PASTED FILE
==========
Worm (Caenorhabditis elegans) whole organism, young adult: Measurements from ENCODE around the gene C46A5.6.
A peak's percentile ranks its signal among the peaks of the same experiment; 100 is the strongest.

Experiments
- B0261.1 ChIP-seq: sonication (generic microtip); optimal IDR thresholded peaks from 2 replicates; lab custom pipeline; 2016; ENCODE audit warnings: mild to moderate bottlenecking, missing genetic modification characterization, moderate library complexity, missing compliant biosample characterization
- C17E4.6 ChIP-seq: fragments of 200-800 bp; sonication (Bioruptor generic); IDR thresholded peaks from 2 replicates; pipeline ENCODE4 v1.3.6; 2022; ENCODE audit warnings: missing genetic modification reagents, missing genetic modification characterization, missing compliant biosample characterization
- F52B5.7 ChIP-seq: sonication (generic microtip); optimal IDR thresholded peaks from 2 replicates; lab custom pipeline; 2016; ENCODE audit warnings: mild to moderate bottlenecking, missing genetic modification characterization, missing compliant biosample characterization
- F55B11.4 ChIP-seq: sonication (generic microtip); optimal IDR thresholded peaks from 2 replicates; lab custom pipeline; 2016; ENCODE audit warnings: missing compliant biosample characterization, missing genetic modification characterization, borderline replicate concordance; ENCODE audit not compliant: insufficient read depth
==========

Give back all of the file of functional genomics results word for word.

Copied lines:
Worm (Caenorhabditis elegans) whole organism, young adult: Measurements from ENCODE around the gene C46A5.6.
A peak's percentile ranks its signal among the peaks of the same experiment; 100 is the strongest.

Experiments
- B0261.1 ChIP-seq: sonication (generic microtip); optimal IDR thresholded peaks from 2 replicates; lab custom pipeline; 2016; ENCODE audit warnings: mild to moderate bottlenecking, missing genetic modification characterization, moderate library complexity, missing compliant biosample characterization
- C17E4.6 ChIP-seq: fragments of 200-800 bp; sonication (Bioruptor generic); IDR thresholded peaks from 2 replicates; pipeline ENCODE4 v1.3.6; 2022; ENCODE audit warnings: missing genetic modification reagents, missing genetic modification characterization, missing compliant biosample characterization
- F52B5.7 ChIP-seq: sonication (generic microtip); optimal IDR thresholded peaks from 2 replicates; lab custom pipeline; 2016; ENCODE audit warnings: mild to moderate bottlenecking, missing genetic modification characterization, missing compliant biosample characterization
- F55B11.4 ChIP-seq: sonication (generic microtip); optimal IDR thresholded peaks from 2 replicates; lab custom pipeline; 2016; ENCODE audit warnings: missing compliant biosample characterization, missing genetic modification characterization, borderline replicate concordance; ENCODE audit not compliant: insufficient read depth